“Belgrade is halfway between Berlin and Istanbul,” says Heinz Wilhelm with a smile. Germany’s ambassador to Serbia is waving a post-lunch goodbye to his Turkish counterpart as monocle arrives at the official residence in Senjak, a leafy district of Belgrade favoured by diplomats, politicians and the well-heeled.
It is not just a work connection for Wilhelm. His wife, Zeynep Aksel, is from Istanbul. Turkish tea and coffee are duly offered to visitors, alongside traditional German sweet treats. Belgrade is set to be the Munich-born ambassador’s final post after three decades of diplomatic service that have taken him from Nigeria to New York, Paris to Dakar. But Wilhelm views his presence in Belgrade as far more than a valedictory mission. “I wanted to come here. I have sympathy and understanding with the Serbian position. You cannot treat them as aggressors anymore.”
He agrees that ambassadors from Berlin face a delicate balancing act in Belgrade. Germany is comfortably the biggest international donor to Serbia, both bilaterally and through its considerable contribution to EU-funded projects. But it is also sometimes the most outspoken critic – pushing a pro-independence line on Kosovo that is anathema to most Serbs. Such a bitter pill might be easier to swallow if there was more awareness of Germany’s financial contributions. Wilhelm notes ruefully that while some Belgrade buses are labelled “donation from the people of Japan”, his own country’s aid efforts sometimes slip under the public radar. But he points out that German businesses are a significant presence – the likes of Siemens and Continental, the car and lorry-parts maker, are among almost 400 companies employing a total of 20,000 Serbs. That may increase if Serbia joins the EU – an ambition that Wilhelm calls the main topic for Belgrade ambassadors.
Away from diplomatic affairs, the ambassador’s abiding passion is art. Since taking up his post in August he has been exploring small galleries and connecting with a vibrant creative scene. Wilhelm says the rough edges and low rents in the city remind him of Berlin in the aftermath of reconciliation.
“Gentrification means nothing is left for creative people. The underground becomes the mainstream, and then you move on. So maybe now is the time for Belgrade.”
German embassy in Belgrade
The embassy: Germany is currently between embassies in Belgrade. Its dilapidated former mission on the city’s main diplomatic drag closed in 2011. The new embassy is still in the design stage – temporary digs in the Dedinje district are home for now.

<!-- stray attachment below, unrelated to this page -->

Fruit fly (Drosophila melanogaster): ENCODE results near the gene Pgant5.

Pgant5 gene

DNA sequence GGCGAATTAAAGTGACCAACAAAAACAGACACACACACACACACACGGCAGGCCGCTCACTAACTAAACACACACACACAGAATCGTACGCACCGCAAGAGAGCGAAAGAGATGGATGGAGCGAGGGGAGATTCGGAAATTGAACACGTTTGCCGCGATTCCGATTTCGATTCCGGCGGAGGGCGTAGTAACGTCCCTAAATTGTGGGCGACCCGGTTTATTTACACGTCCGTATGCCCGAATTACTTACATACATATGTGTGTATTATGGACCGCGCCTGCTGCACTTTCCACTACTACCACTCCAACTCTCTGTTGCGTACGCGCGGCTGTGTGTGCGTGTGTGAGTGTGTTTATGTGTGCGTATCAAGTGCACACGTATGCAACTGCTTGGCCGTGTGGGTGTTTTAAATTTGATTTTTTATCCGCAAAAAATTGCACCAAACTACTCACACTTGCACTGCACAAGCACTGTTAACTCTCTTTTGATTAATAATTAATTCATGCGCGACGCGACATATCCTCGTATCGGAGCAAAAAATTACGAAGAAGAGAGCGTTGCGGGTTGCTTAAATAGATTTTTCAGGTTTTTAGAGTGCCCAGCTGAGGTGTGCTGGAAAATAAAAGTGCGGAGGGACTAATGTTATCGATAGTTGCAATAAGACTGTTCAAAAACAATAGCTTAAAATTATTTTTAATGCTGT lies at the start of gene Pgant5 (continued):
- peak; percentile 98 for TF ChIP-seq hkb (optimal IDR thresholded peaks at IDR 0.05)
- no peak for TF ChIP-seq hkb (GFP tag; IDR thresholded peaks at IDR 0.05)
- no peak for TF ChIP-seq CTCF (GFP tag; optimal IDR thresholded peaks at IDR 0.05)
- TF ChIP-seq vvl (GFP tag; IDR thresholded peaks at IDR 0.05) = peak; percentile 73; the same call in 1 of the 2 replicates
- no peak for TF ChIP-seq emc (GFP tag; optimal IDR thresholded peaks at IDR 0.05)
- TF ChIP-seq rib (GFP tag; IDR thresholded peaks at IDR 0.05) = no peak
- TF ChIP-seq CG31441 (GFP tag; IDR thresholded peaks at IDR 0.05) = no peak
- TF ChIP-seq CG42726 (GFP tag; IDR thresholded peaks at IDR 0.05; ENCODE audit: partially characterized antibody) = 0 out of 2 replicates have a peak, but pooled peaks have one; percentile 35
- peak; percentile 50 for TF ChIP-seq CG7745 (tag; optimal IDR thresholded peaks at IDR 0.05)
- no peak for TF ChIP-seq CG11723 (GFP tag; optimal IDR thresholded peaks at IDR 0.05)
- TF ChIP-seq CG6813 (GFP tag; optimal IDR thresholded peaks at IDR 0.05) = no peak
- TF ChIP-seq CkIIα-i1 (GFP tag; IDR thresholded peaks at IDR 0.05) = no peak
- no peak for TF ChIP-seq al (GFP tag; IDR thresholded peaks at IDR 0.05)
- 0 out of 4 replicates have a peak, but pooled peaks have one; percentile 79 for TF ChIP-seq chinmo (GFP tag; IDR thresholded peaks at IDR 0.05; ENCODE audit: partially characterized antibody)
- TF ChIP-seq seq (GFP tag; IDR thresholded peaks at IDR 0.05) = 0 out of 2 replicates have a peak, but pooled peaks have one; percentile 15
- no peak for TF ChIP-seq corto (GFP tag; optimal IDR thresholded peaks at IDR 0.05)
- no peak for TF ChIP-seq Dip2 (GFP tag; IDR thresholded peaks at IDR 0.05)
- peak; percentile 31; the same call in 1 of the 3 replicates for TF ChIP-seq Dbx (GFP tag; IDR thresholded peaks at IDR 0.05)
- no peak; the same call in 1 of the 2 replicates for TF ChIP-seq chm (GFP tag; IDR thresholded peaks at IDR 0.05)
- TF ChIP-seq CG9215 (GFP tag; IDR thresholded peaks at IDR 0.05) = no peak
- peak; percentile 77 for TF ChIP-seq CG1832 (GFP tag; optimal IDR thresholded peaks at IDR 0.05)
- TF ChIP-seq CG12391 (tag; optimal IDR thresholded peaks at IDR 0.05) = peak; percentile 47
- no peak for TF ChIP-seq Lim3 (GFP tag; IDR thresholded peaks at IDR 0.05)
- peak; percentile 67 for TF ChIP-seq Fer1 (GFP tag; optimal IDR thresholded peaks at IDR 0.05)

Staff: Accommodation notwithstanding, Germany has one of the larger embassies in Serbia. Eighty people work there, more than half of them German-speaking locals. There is a wide selection: almost half a million Serbian citizens currently live in Germany.
Challenges: Germany’s influence is backed up by considerable financial clout. Since 2000 it has donated more than €1.2bn to Serbia in bilateral aid. It also provides about a quarter of EU funds, which came to more than €200m in the past year.
After over six decades the Greeks have moved back into their elegant Wilhelminian embassy in Berlin’s Tiergarten diplomatic quarter. The villa, with its mansard roof and neoclassical friezes, became defunct (and then derelict) after the Federal Republic moved its capital to Bonn in 1949. It’s the last plot to be spruced up on a street once reserved for Axis powers – Japan and Italy’s grandly restored embassies are neighbours. The cash-strapped Greeks invested €15m in the project but will save on rent in the long-run. Greek diplomats were scattered across the capital in seven rented sites but now have one integrated headquarters.
Although his nationalist views are well-known, Japan’s new prime minister Shinzo Abe (above) has recently adopted a more considered approach to the nation’s tricky foreign relations. He has sought to soothe China, furious over the remote Senkaku/Diaoyu islands, which both countries claim, and plans to revise Japan’s 18-year-old apology for wartime brutality have been put on hold. Abe has good reason to play it safe: he needs to win crucial upper-house elections. Professor Koichi Nakano at Tokyo’s Sophia University says success in July could herald a change in tone.
“I don’t think we’ll see the real government of Shinzo Abe until after the election,” he says.